By Joel Warner
By Michael Roberts
By Alan Prendergast
By Michael Roberts
By Michael Roberts
By Amber Taufen
By Patricia Calhoun
By William Breathes
Arizona sheriff Richard Mack says he's not interested in feuding with Denver police, but events are heading in that direction anyway, with a little help from a coterie of "patriots."
Mack, who heads up the thirteen-member Graham County Sheriff's Department in eastern Arizona, says the issue concerns a miscarriage of justice. Denver cops, however, say Mack and his friends were spoiling for a fight.
Sheriff Mack made a national name for himself last year--especially among gun-loving patriots--after bringing suit against the federal government to get the Brady Law overturned. When a federal judge upheld Mack's objections and declared mandatory background checks for gun buyers unconstitutional, the sheriff became a hot commodity on the lecture circuit. (His popularity with pro-gun groups was strengthened, too, by the recent publication of his book From My Cold Dead Fingers: Why America Needs Guns.)
Mack's willingness to preach about the dangers of gun control in general and the Brady Law in particular led to his appearance January 14 at a meeting of Citizens for the Constitution, a newly formed Aurora-based group whose members say they believe in strict interpretation of the U.S. Constitution.
Although Citizens for the Constitution does not maintain a membership roster, says founder Walt Cross, the group's semimonthly meetings generally attract about 200 folks. Attendees' interests include a fervent belief in the sanctity of states' rights and a distrust of big government. The group's philosophies appeal to people such as John Bryant, a Denver cabbie and political activist who fears that the United States might be amenable to a global government.
Mack--who fought the Brady law because he says it violated the 10th Amendment's guarantee of states' rights and the 13th's ban against involuntary servitude--was a perfect choice to address the group. His words were politely received by the estimated 300 to 800 who paid $7 apiece to attend the gathering at Denver's George Washington High School.
"It was a very nice meeting, with very nice people," says Mack. "I had a wonderful time there, and so did my wife."
His good time came to an abrupt end, however, when Denver police shook up--and shook down--a few of Mack's followers. An informal, post-speech "reception" resulted in the jailing of Bryant--who has tangled with Denver police before--and a rash of irate phone calls, letters and finger-pointing between Mack and the Denver police.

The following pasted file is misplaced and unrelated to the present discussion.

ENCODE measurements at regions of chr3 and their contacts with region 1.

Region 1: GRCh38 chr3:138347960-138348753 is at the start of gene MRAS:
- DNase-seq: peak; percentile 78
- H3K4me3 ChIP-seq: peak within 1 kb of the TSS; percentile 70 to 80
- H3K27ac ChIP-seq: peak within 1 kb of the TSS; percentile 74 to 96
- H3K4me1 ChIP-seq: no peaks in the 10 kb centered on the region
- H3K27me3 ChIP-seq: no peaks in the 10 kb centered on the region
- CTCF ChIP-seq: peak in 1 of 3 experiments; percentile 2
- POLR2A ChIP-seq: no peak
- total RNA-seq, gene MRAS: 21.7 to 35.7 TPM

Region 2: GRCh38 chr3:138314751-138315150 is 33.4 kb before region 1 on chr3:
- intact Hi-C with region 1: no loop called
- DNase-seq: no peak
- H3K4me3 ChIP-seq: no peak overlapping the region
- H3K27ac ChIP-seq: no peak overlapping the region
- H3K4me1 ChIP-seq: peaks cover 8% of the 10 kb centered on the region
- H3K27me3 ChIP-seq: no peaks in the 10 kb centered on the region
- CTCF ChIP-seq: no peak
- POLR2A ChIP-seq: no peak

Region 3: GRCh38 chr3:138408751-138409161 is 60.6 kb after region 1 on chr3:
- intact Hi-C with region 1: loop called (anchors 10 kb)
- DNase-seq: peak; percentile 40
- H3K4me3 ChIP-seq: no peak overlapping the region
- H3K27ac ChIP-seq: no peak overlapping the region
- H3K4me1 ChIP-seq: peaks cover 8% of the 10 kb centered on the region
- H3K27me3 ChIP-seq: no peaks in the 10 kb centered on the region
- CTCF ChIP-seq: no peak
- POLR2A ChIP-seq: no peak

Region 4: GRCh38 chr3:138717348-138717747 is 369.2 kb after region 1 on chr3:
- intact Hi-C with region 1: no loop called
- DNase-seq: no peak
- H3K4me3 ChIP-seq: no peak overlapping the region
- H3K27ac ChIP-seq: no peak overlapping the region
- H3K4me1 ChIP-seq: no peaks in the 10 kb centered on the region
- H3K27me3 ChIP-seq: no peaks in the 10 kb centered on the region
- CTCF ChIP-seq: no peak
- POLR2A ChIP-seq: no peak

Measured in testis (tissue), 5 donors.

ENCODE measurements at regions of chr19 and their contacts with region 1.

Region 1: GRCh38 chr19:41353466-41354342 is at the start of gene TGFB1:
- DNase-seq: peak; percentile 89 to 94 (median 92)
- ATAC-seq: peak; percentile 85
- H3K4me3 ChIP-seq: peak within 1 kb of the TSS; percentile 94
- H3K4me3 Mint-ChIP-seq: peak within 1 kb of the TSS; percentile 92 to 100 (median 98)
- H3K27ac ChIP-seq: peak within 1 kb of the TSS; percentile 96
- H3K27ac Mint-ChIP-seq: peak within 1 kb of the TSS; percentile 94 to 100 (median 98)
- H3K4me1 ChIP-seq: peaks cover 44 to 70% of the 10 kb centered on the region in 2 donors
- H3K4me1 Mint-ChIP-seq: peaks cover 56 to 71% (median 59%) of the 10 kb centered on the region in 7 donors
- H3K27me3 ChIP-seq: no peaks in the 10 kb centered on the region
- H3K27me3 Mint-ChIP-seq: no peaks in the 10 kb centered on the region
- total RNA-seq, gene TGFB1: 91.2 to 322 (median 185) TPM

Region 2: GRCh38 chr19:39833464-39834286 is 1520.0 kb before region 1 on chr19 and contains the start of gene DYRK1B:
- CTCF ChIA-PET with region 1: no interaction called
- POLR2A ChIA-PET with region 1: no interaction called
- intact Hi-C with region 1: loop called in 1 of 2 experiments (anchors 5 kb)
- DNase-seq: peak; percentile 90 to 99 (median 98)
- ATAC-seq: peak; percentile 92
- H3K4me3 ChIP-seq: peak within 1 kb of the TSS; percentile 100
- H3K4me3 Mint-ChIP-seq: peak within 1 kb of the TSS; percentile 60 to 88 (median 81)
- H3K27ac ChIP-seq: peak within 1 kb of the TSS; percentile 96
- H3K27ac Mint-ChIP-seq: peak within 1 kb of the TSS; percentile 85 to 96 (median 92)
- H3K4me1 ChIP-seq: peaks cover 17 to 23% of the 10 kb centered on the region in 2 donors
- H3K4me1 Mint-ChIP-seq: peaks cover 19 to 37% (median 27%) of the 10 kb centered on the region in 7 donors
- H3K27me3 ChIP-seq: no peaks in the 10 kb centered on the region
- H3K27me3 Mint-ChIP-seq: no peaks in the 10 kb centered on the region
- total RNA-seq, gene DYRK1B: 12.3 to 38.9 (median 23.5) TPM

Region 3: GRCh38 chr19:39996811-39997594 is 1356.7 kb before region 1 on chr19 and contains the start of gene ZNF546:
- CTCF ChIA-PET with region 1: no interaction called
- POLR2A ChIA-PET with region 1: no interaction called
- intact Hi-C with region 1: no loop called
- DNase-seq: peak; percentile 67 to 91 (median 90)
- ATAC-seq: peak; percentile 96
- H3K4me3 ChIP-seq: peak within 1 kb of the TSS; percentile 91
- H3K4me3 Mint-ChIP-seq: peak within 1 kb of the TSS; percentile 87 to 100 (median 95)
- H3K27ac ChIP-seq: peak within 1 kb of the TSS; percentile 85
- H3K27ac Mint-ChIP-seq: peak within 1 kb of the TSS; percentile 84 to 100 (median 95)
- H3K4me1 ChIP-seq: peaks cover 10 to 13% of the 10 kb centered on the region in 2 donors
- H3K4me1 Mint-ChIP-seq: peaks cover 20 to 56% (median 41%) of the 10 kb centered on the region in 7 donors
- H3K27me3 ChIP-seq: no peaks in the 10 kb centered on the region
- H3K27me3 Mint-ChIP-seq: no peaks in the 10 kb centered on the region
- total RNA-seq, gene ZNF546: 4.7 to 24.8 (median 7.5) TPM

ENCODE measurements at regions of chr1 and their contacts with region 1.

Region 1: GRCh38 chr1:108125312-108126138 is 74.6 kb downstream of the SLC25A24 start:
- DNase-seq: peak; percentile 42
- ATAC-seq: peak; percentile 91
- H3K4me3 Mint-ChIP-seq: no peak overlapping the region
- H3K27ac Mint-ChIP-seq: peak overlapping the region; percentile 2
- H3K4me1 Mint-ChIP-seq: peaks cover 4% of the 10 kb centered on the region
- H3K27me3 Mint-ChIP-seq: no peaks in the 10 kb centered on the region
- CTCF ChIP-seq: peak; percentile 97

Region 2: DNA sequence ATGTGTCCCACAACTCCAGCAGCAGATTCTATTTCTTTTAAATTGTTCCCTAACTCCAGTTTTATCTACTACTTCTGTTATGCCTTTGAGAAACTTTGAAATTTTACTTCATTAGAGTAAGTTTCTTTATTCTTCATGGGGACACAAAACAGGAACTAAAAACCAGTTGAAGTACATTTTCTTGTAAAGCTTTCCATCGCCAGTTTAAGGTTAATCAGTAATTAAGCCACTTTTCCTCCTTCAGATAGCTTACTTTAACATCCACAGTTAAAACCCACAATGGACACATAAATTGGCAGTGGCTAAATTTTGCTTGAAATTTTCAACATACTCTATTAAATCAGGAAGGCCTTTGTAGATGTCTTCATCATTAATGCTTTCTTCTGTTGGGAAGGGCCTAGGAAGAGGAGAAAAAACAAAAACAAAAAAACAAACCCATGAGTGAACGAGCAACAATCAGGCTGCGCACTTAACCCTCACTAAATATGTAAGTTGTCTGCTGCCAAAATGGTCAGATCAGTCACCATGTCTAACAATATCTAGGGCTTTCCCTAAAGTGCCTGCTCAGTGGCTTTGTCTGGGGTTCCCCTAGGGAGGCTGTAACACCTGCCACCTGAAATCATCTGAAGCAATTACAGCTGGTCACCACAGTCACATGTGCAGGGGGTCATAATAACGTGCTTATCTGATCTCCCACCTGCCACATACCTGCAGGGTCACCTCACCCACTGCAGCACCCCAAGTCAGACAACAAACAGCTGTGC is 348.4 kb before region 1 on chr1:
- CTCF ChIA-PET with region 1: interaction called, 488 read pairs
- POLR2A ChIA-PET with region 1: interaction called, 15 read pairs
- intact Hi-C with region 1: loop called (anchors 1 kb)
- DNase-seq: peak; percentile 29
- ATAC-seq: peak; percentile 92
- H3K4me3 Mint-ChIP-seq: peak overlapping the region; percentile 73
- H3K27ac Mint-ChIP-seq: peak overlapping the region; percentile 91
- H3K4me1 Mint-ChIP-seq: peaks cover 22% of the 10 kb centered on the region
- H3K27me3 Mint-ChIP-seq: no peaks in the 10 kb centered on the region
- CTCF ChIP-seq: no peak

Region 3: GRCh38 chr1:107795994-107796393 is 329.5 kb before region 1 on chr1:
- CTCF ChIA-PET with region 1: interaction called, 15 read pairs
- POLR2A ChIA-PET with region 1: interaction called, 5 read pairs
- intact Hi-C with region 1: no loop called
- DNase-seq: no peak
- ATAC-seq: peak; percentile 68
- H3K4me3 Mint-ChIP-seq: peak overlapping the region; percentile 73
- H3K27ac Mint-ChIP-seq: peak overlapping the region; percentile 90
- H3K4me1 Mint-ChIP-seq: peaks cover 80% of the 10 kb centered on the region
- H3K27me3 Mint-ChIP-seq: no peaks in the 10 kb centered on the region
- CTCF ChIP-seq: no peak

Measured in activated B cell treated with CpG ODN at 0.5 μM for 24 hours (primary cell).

According to Bryant--who attended both the speech and the reception--members of the Denver Police Department's District 3 Impact Team kept a close eye on the attendees' comings and goings. "There were two patrol cars when I arrived at the meeting," he says. "There were four when I left." Because Bryant was curious about the officers' presence, he watched as Sheriff Mack pulled away from the school at the rear of a phalanx of three cars.
"The minute they hit the street," Bryant says, "the cops came flying after them."
When the officers stopped the lead car (driven by a woman Mack later identified as Rosemary Anderson), the sheriff and the driver of the other car pulled their cars over, too. Bryant also joined the group.
"I asked the officers why they had stopped Rosemary," Mack says, "and they said it was because she had an altered plate." (One of the numbers on the license plate had been partially obscured with tape.) "They said they were going to arrest her and impound the car," adds Mack. "I asked them, `Don't you have to prove who did it?' And then the sergeant threatened to arrest me for interference. He said, `Another word and you're going to jail.'"
Mack backed off, but Bryant, who'd begun scribbling down license-plate numbers of the police cars and taking notes on the traffic stop, then became a target of the officers' ire.
Bryant, says Mack, "was thirty feet or more from the stopped vehicle" when officer Kelly Gonzales began hassling him. "I was not in the way," Bryant agrees, "but I was told to leave. If she had said that I needed to stand back, that would have been fine. But she just said, `Leave.'" Bryant ignored her order and continued to take notes.
"She told him, `Get in your car and go, or you'll be arrested,'" Mack recalls. "He told her he didn't have a car. So she says, `Then you'd better get walking.' She kept following him, harping on him. Then she grabbed his pen and threw it to the pavement. She said, `Pick it up and start walking.' So he started walking in place, and she said, `Okay. I've had it. You're under arrest.'"
The officers took Bryant to the city jail and booked him on charges of interference and disobeying an officer; Mack says that Anderson was allowed to go without being charged. Bryant spent fifteen hours in jail before he was able to get out on bond. He might have been released sooner, Bryant acknowledges, except he spent some of that time arguing with deputies who wanted to take his photo and fingerprints. Bryant says he objected because his image and prints "are my personal property," and he didn't want to give them up without first obtaining a receipt.